Skies the color of cement. Bright maple leaves like fallen stars under foot. Puddles in the low parts of the sidewalk, Bean in the Bjorn on DH, the three of us walking downtown.
At the farmer's market late, most of the stalls already packed up. Less people than the usual summer crowds. Gourds, squashes, pumpkins, bright root vegetables, their tips gathered up in piles. Organic local burgers from the farmer in the last stall who talked about his cows with an earnestness that was both sensible and loving.
Buildings stood up tall and stark against the wet autumn sky. The mercury hovered around fifty. Bean wore a hat, mittens, baby Uggs: shearling lined. I wore my boots, and felt my heels blister--the first christening of footwear for the season is always like this. In late spring, bands of blisters where my flip flops rub. Now my heels, soft, unused to boots, rubbed raw.
Later at a small harvest fest at the local market. A bright blue tractor. A bee keeper with a thin glass viewing hive. The bees circling round the queen, generating warmth in concentric circles. We picked out wine for diner with friends; apples to go in the wooden bowl on our coffee table at home. Bittersweet chocolate for a cake.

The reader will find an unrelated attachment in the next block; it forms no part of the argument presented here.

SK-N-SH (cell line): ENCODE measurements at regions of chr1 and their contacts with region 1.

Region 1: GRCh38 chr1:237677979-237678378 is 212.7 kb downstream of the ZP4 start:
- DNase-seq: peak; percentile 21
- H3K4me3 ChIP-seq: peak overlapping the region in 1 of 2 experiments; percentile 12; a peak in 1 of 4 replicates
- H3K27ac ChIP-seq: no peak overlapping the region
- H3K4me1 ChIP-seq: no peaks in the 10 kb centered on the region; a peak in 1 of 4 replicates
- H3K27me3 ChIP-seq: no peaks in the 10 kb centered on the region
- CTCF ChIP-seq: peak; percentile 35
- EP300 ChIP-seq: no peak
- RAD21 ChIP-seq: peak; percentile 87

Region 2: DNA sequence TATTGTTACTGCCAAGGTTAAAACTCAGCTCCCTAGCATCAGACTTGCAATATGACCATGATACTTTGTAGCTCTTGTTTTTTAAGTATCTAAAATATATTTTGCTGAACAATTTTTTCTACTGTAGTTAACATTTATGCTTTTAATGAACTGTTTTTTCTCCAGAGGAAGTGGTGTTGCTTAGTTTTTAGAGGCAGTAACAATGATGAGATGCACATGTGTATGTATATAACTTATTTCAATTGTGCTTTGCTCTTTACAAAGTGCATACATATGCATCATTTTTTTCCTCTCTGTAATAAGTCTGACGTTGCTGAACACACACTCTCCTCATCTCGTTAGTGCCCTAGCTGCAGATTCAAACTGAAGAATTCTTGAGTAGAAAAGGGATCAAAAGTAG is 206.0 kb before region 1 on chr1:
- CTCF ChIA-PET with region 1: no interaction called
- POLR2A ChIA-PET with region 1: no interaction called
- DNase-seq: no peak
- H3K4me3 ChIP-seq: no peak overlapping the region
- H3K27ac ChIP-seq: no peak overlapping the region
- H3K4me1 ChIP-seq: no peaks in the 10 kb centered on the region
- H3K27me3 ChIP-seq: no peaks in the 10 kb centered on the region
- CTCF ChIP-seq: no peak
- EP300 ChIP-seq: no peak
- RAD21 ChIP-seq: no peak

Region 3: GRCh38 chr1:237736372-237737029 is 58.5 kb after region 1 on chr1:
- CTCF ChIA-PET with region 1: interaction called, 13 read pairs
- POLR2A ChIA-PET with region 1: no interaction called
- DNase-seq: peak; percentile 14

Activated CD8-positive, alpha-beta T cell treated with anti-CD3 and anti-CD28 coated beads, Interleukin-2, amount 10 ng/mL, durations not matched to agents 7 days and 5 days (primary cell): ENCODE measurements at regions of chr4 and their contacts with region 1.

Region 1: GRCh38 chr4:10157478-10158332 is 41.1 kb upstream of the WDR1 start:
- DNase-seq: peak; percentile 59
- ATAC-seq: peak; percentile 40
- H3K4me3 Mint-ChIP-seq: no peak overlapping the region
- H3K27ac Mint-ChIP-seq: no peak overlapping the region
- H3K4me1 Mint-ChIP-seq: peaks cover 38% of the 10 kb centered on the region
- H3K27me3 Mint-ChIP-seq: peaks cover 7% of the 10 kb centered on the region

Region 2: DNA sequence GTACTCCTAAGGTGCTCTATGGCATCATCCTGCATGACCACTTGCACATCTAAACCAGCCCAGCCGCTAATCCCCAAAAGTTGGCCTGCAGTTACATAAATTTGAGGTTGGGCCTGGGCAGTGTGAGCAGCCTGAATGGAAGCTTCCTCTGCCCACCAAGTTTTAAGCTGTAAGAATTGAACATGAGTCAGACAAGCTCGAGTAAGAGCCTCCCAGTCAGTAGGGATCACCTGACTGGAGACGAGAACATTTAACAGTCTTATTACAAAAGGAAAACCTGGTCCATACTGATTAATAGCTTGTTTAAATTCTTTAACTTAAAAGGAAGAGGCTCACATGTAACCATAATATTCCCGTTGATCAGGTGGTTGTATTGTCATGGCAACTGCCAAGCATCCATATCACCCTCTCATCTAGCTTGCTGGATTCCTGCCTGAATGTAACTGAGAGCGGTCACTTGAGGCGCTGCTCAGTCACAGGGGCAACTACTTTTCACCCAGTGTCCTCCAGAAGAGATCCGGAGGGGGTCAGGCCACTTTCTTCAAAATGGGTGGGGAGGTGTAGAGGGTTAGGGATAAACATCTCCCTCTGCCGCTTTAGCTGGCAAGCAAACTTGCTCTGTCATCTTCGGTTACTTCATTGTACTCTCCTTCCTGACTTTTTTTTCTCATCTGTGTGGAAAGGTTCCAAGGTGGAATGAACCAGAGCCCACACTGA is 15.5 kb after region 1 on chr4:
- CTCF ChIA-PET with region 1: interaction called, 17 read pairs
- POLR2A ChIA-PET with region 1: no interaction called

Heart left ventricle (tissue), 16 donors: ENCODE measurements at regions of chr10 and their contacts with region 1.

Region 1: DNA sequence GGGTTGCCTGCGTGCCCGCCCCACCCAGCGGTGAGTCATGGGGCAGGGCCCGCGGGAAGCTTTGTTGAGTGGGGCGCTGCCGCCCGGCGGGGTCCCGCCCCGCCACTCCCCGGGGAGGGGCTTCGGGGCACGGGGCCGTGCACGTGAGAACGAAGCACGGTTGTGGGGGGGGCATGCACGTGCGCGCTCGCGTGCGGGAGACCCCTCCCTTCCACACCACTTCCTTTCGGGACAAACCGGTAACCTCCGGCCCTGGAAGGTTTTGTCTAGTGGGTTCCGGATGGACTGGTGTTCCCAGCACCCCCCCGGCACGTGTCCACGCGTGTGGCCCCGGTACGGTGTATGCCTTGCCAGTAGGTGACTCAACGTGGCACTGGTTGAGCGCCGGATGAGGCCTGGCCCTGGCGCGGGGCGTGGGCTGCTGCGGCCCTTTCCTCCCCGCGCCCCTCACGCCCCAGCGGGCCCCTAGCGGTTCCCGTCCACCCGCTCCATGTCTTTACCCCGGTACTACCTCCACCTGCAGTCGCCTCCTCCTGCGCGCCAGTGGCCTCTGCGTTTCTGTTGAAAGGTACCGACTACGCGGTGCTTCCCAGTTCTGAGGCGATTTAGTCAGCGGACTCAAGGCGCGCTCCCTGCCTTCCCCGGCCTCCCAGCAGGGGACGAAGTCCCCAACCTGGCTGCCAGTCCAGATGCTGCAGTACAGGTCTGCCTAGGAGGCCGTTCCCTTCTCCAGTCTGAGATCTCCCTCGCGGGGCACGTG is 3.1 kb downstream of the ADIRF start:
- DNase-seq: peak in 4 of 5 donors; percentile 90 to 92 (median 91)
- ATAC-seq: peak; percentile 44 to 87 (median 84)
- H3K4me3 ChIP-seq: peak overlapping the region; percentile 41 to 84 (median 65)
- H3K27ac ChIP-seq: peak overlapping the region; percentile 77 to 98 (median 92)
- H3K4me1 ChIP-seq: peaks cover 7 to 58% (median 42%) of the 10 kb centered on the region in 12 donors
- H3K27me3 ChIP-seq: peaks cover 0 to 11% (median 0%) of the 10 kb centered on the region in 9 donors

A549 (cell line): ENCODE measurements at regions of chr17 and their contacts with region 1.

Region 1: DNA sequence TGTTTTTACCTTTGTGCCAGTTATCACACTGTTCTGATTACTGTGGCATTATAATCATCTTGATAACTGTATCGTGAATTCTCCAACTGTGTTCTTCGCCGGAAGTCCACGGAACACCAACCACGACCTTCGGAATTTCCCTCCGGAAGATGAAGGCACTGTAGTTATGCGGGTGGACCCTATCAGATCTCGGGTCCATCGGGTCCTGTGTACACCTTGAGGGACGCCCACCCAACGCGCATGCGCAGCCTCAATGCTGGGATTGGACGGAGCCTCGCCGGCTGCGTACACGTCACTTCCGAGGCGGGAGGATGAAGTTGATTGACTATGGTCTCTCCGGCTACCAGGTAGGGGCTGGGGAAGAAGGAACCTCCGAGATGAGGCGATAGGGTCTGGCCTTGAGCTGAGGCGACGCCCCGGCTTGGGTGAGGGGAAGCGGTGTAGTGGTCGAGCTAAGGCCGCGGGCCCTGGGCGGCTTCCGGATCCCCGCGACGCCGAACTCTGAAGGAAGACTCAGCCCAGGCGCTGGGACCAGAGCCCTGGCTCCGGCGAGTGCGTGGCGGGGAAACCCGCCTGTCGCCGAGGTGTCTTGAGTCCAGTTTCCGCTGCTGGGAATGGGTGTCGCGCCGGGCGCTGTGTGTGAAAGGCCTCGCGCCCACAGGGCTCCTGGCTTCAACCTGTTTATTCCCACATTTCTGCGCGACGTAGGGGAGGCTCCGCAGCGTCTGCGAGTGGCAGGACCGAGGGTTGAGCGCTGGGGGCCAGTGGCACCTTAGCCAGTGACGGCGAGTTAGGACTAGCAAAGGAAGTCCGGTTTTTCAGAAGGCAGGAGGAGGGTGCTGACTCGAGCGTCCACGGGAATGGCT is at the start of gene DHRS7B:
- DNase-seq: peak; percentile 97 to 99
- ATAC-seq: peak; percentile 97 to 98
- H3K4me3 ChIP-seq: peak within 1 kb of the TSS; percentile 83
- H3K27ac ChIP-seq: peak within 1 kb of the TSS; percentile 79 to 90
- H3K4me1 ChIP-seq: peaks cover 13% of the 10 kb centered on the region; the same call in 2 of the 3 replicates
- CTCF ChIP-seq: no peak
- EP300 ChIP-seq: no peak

Small drops of rain fell, freckling the sidewalk. Clinging to grass. Making leaves stick wet and bright to our soles. Up high on a wire a lonely pair of shoesâ. I've always wondered about how shoes end up dangling there. I imagine boys, joshing each other, getting rid of an old pair of track shoes at the end of the season; or hoodlums pushing someone around, tossing up his shoes.
Hanging from their laces they felt like the small piece of my heart, wearing my father's blue flannel shirt this morning, as I wrote. It's been three years since he died, and more. And now my baby is taking steps around the coffee table, inching his way like he's up somewhere high, along the edge of a cliff.